Body Intelligence & Body Wisdom: 4 Yoga Practices For Deeper Self-Attunement
Everything you’ll ever need to know is within you; the secrets of the universe are imprinted on the cells of your body.
– Dan Millman, Author of ‘Way of the Peaceful Warrior: A Book That Changes Lives
Most of us live in our heads more than in our bodies.
We tend to spend our days in mental overdrive thinking, doing, planning, going, creating, scrolling…
The space of our mind tends to be so loud and cluttered we get caught up and forget to pause and feel into ourselves – into our bodies.
It’s astonishing how we are taught to ignore and override our body messages.
This process starts with birth and sometimes before birth.
We are not taught to listen and be sensitive, or to rely on our instincts.
– Ged Sumner, craniosacral therapist & author of “You A How You Move: Experiential Chi Kung”
Our body is incredibly intelligent, intuitive, and wise.
It knows exactly what to do to thrive and it constantly gives us feedback about what it needs.
But we often miss the subtle sensations, warnings, and body signals that urge us to slow down, pause, rest, recharge, and go inward.
Learning to listen to our own body is a skill in self-attunement.
This skill should be cultivated regularly if we want to increase well-being, improve mental health, and heal or prevent health problems from taking over.
You can become your own health expert by learning to listen to your own inner wisdom.
Your Body Is Your Temple:
The body is your temple.
Keep it pure and clean for the soul to reside in.
– BKS Iyengar, world-renowned yoga teacher and author of “Light on Yoga”
According to Merriam Webster Dictionary, a Temple is “a place devoted to a special purpose.”
Your body is the one and only place you have in this lifetime to carry out your purpose and create meaningful, inspiring things with.
You are your own home; you are your own Temple.
You are worthy of honoring and caring for.
Paying attention to body sensations and internal messages is a form of self-care and self-love.
Befriending your whole body is one of the main objectives of Yoga.
BQ: The New IQ and EQ?
We’re taught about IQ scores (intelligence quotient) early on in life.
Then as society progressed we learned about EQ or emotional intelligence as popularized by psychologist Daniel Goleman who said:
“The emotional brain responds to an event more quickly than the thinking brain.”
Well, it turns out that you actually have three brains inside your body and they all function in synergy with each other to produce a third major pillar of intelligence…
Body Intelligence (BQ) as defined by Jim Gavin PhD, professor of applied human sciences at Concordia University.
According to Gavin BQ refers to:
“How aware you are of your body, what you know, and what you actually do for and with your body.”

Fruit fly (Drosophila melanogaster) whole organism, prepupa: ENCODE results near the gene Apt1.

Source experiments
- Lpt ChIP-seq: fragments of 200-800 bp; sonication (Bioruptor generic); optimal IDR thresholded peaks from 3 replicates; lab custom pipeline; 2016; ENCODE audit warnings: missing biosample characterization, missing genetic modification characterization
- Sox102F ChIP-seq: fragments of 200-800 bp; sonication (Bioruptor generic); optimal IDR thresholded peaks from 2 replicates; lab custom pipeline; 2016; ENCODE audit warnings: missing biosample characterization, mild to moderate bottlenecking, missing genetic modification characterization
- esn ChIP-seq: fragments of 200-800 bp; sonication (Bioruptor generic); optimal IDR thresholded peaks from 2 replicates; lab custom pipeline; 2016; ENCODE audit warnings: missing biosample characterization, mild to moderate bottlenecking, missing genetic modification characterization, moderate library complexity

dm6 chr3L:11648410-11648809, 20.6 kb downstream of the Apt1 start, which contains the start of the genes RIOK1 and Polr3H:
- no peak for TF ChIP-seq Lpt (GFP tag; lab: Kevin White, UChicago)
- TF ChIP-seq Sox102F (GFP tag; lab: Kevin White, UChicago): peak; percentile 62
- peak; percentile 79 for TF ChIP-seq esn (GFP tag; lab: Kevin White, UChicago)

There are three main pillars of the Body Intelligence Quotient:
1- Body awareness (Feel into the subtle sensations)
2- Body knowledge (Become familiar with your body)
3- Engagement of the body (Move and activate each major system and component of your body)
How Yoga Can Help You Feel Into Your Own Body’s Wisdom
The nature of Yoga is to shine awareness into the darkest corners of the body.
– Jason Crandell
The following are four powerful yoga practices you can think of as body intelligence training.
Each one is designed to help you connect with and honor your Temple:
Svadhyaya is the yogic principle of self-study, self-observation, and self-inquiry.
One way to practice Svadhyaya is by asking yourself quality questions throughout the day and then pausing to notice what comes up:
How do I feel?
How do I want to feel?
How would I feel if I did ___ ?
How would I feel if I ate ___ ?
What do I need right now?
Ask what your body needs and be prepared to listen.
Each nudge is valuable information and feedback.
Remember, body intuition is real…
We just need to ask the questions and get out of the way so we can hear.
These are all questions that can lead to deeper self-awareness and bodily intuition.
Body is the bow.
Asana is the arrow
and the soul is the target.
– BKS Iyengar
Asana refers to the physical poses of a yoga practice.
Yogis believe that there are intelligent energy channels in the body called Nadis.
They carry vital energy or prana to every nook and cranny of our being.
Mindful body movement through vinyasa flow or yin yoga classes, for example, ensure that this vital energy flows freely throughout the body.
This strengthens body (especially your nervous system), mind, energy, and spirit which results in a mind-body union, the goal of all yoga practice.
Pratyahara is the yogic principle of turning the senses away from the external world towards the inner world where your bodily sensations reside.
You can practice pratyahara through meditative and contemplative practices such as yoga nidra, body scan meditation, and breath awareness meditation.
Or you can simply go to a quiet spot, close your eyes, and follow your breath inwards.
Dharana is the yogic principle of sustained one-pointed focus on an object such as a candle flame, a mantra, a body part, or your own breath.
Follow along with this 1-minute body intelligence meditation:
Sometimes it’s hard to tap into our body’s wisdom because we feel we’re at war with it.
Some of us struggle with body image battles…
Others with anxiety, depression, addiction, PTSD, or eating disorders.
If this is you know that you’re not alone in this.
The process of befriending our body is a tender one so be gentle with yourself and seek a holistic approach that works best for you.
Only you know what feels right.
Honor yourself through this process.
Namaste and In La’kech.